Communicating Is Not The AnswerNov 29, 2022
How many times have you said (or thought) after a frustrating communication with anyone, "This would be so much easier if he/she would just listen to me!" Or, “if only we could communicate!” But, listening to you isn’t the issue. Either is communicating with each other.
Communication is when two or more people are trying to get their point across. What's missing is the lack of trying to understand the other's point of view, perspective, or opinion. That can only by accomplished by hearing what people say. Stephen Covey, a prolific, motivational author and keynote speaker, wrote in his runaway best seller, 7 Habits of Highly Effective People, “Most people do not listen with the intent to understand, but instead, they listen with the intent to reply.”
A genuine effort to try to understand is accomplished by asking relevant, thoughtful questions. For example, asking leading questions, that start off with “What…” or even “How…” For example, “What does this (fill in the blanks) mean to you?” Or “How can I help you with…?” But, be mindful of starting a sentence with “Why…?” as in, “Why did you…” or “Why are you…” Starting a sentence with “Why” implies criticism and asks for motive. This moves you away from understanding and connection. Utilizing these simple techniques will go a long way in forging a connection.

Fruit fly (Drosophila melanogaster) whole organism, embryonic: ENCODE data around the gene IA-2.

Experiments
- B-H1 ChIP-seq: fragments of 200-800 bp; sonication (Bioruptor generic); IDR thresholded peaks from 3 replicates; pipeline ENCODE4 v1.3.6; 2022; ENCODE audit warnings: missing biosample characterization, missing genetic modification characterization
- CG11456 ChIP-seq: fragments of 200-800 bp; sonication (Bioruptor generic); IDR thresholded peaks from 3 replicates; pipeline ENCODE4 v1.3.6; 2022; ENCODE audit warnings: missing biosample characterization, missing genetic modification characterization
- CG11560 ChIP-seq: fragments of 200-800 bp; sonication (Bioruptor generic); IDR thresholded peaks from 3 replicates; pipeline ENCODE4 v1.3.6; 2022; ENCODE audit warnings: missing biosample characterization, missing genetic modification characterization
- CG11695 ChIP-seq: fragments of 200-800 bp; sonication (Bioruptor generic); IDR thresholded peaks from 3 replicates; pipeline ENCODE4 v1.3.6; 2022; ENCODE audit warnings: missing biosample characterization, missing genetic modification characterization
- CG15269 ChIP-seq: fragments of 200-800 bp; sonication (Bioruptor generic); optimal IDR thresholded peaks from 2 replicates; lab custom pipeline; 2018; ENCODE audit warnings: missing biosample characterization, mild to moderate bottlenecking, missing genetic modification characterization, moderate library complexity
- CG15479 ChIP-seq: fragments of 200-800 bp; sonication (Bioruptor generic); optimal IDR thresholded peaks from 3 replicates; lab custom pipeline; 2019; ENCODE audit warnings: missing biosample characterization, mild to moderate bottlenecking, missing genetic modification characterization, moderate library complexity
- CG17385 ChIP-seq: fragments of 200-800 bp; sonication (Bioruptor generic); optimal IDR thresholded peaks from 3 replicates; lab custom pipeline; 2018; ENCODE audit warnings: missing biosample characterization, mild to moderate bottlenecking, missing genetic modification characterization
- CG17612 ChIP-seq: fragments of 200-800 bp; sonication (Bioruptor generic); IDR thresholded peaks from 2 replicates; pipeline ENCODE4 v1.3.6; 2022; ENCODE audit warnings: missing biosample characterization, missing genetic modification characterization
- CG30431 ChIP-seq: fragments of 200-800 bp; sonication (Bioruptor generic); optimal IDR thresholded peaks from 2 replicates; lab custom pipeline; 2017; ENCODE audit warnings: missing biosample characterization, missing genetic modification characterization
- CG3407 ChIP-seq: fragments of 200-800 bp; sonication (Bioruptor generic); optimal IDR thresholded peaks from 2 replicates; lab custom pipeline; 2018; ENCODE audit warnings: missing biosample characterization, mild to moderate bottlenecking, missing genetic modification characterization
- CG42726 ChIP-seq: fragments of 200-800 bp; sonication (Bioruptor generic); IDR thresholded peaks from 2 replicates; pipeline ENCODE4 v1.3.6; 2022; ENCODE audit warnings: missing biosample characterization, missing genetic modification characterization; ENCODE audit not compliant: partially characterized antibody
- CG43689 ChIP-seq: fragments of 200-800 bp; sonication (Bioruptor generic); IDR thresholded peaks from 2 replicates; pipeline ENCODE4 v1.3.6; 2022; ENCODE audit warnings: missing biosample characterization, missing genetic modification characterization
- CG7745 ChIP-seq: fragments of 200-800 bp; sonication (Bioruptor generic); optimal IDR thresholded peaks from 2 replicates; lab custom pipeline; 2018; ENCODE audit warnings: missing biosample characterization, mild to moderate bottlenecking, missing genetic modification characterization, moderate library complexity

It's only with connection that you can touch the heart. Think about how you feel when someone asks you thoughtful questions. You feel cherished, valued, important. Do the same for those you love or are close to. Heck, try it with the grocery clerk. You'll be amazed at the heart print you'll leave behind.
CHALLENGE: For the next week, I challenge you to put down your need to reply/defend/say something pithy, witty or funny and just listen to everyone you have a conversation with. Don't listen with the intent to reply, but listen to ask more questions. Really try to connect and understand. As the ancient book of wisdom states in Proverbs 18:13, St. Francis of Assisi penned in the 1200’s, and more recently Stephen Covey wrote, “Seek first to understand, then to be understood."